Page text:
Jan. 31 (UPI) — U.S. federal data released this week show the total number of cigarettes sold in the domestic market is down roughly 70% from peak levels, though companies are spending more on promotion.
The Federal Trade Commission Monday reported tobacco companies sold 190.2 billion cigarettes to wholesalers and retailers in 2021, the last full year for which data are published. Total volume was around 203.7 billion the prior year.
While volumes are lower, more smokers seem to be turning to flavored products. The FTC reported that menthol-flavored cigarettes made up about 37% of the market share in 2021, compared with 16% during the early 1960s.
Companies also are spending more, with advertising and promotion increasing from $7.84 billion in 2020 to $8.06 billion in 2021, data published Monday show.
On Tuesday, Mathew L. Meyers, president for the Campaign for Tobacco-Free Kids, said much of the data are encouraging. Data from 2021 marks the first time that sales have dropped below 200 billion and the level marks a 70% decline from peak levels of 636.5 billion in 1981.
“These declines also underscore the proven effectiveness of strategies that have been implemented to reduce tobacco use, including increased tobacco taxes and prices, comprehensive smoke-free laws, well-funded prevention and cessation programs, hard-hitting mass media campaigns, and, more recently, state and local laws ending the sale of flavored tobacco products,” he said.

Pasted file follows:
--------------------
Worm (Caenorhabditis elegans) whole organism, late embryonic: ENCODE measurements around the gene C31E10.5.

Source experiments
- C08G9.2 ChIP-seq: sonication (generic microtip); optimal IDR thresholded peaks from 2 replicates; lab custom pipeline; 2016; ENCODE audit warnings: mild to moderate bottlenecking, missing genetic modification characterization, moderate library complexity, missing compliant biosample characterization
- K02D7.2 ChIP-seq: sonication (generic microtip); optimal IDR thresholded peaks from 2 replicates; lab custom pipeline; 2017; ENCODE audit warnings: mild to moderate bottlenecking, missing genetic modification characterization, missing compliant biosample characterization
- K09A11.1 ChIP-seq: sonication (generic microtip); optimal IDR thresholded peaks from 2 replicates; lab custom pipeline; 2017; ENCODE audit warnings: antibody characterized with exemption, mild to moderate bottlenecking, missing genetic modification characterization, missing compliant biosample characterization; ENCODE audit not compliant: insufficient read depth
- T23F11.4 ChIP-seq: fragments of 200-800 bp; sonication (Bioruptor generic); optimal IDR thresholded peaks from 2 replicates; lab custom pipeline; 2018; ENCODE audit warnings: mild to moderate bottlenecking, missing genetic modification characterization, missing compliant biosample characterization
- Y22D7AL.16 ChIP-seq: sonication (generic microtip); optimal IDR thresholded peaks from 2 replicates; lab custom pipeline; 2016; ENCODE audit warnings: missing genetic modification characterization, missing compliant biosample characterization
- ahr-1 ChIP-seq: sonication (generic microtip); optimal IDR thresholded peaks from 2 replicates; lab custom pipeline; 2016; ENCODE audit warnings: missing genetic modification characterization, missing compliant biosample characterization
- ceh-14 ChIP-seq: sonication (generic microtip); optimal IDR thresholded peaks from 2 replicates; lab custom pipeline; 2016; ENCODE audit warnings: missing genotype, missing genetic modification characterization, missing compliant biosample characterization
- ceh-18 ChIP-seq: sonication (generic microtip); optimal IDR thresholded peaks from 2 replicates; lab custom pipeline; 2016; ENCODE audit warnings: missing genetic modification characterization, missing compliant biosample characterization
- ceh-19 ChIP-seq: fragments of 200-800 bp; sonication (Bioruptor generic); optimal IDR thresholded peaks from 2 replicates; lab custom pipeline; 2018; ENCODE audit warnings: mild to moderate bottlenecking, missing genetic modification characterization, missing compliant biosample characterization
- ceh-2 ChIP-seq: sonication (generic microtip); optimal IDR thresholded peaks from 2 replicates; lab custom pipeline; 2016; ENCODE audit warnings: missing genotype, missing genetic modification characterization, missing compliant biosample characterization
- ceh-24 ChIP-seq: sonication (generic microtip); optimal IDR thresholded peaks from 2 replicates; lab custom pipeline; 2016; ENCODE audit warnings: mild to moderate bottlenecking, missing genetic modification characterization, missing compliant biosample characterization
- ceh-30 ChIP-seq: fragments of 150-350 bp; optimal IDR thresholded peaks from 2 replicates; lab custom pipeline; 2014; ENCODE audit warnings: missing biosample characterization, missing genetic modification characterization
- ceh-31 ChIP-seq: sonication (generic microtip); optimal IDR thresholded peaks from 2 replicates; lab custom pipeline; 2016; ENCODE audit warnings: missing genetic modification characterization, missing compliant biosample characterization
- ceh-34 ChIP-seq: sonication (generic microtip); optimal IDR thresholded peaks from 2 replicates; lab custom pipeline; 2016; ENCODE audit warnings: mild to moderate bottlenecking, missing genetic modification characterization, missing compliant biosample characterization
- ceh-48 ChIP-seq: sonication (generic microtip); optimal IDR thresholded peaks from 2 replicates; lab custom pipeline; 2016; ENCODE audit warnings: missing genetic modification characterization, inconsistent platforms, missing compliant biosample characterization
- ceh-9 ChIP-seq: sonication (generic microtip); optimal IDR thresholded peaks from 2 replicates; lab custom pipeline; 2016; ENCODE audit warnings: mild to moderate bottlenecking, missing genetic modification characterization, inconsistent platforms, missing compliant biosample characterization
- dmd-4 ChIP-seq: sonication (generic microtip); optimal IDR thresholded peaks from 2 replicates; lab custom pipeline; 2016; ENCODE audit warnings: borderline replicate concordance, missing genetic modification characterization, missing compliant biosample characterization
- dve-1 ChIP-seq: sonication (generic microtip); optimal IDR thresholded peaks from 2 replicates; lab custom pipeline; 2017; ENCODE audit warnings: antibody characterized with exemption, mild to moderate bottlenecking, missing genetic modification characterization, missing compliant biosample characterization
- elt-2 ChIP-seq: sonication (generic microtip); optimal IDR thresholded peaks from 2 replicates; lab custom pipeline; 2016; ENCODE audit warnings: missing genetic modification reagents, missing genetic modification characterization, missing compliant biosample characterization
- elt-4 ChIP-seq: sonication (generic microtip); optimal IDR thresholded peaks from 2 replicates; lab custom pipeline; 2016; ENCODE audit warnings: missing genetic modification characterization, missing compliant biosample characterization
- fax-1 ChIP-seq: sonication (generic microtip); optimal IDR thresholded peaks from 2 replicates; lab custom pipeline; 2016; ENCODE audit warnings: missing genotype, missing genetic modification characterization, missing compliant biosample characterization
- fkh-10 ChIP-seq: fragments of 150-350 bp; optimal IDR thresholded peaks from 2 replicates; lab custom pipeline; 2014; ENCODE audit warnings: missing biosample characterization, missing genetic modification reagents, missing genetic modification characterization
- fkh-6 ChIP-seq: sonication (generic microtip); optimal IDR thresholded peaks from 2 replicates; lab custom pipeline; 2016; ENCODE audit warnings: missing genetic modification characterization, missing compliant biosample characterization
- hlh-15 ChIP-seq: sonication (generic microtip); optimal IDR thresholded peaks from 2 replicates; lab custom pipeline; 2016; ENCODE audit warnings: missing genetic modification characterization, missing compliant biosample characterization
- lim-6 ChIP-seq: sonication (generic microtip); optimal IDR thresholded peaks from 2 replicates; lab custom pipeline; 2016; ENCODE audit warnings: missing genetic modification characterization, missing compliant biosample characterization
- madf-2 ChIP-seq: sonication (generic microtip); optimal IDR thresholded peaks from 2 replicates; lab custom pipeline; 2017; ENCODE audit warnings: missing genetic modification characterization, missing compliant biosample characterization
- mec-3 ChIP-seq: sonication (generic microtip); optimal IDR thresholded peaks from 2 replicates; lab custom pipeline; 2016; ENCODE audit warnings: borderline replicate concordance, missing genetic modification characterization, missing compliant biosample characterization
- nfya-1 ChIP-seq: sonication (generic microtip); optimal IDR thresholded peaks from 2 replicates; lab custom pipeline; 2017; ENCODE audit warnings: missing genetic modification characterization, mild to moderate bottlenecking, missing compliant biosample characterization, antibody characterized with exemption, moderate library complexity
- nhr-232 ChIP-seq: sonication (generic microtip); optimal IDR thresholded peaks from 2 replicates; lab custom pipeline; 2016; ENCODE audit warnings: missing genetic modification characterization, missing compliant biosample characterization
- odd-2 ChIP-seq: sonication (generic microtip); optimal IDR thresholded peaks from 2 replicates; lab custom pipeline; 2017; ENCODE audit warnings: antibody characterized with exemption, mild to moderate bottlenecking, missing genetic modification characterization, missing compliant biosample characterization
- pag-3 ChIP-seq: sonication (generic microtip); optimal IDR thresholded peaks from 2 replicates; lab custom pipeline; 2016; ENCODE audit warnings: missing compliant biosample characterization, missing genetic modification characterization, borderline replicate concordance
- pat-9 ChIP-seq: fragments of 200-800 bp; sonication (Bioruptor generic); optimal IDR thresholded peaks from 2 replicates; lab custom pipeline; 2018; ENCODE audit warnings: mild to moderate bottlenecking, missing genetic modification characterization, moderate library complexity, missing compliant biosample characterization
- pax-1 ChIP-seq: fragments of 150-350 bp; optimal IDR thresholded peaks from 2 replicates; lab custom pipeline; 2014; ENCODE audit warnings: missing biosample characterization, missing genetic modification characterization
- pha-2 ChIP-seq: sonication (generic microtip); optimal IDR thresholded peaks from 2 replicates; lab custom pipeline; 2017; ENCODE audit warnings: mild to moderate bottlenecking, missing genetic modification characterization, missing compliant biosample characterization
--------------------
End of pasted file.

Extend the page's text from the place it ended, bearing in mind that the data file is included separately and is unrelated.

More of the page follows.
The largest decline in sales, however, came in 1999 after retail prices soared in response to state-level settlements with big tobacco companies and in 2009, when federal and state taxes on the products increased.
There was, meanwhile, an increase in the use of tobacco products during the worst of the COVID-19 pandemic.
Smoking also remains a concern as usage among teens is on the rise. The American Lung Association said in its latest State of Tobacco Control report that 16.5% of high school students and 4.5% of middle school students used tobacco products in 2022, an increase of about 3% for high schoolers and 0.5% for middle schoolers over 2021.
The Campaign for Tobacco-Free Kids added that tobacco use results in $241 billion in health care spending and more than 480,000 deaths each year.